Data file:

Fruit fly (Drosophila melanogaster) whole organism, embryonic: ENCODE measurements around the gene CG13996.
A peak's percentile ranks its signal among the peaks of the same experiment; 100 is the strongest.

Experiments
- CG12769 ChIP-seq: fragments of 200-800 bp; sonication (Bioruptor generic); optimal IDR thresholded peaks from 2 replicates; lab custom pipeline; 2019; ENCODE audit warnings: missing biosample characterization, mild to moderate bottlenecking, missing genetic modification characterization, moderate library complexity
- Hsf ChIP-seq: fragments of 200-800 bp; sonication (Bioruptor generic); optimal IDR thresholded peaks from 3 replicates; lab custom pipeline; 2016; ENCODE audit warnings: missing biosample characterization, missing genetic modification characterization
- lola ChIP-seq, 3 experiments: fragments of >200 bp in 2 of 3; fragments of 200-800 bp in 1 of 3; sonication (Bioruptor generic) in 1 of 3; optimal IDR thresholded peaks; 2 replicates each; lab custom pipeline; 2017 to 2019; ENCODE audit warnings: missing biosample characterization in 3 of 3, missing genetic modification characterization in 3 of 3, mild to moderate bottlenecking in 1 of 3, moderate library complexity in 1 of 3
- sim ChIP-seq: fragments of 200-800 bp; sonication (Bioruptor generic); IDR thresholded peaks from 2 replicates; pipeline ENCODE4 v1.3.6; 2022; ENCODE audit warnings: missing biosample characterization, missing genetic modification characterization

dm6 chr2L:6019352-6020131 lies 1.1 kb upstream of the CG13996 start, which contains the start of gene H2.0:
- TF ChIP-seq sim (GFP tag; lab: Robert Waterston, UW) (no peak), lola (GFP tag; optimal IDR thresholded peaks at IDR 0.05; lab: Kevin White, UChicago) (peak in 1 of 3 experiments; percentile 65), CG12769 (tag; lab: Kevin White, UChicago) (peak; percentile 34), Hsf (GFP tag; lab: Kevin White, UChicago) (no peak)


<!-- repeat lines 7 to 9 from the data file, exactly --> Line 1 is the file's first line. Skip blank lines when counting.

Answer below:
- sim ChIP-seq: fragments of 200-800 bp; sonication (Bioruptor generic); IDR thresholded peaks from 2 replicates; pipeline ENCODE4 v1.3.6; 2022; ENCODE audit warnings: missing biosample characterization, missing genetic modification characterization

dm6 chr2L:6019352-6020131 lies 1.1 kb upstream of the CG13996 start, which contains the start of gene H2.0:
- TF ChIP-seq sim (GFP tag; lab: Robert Waterston, UW) (no peak), lola (GFP tag; optimal IDR thresholded peaks at IDR 0.05; lab: Kevin White, UChicago) (peak in 1 of 3 experiments; percentile 65), CG12769 (tag; lab: Kevin White, UChicago) (peak; percentile 34), Hsf (GFP tag; lab: Kevin White, UChicago) (no peak)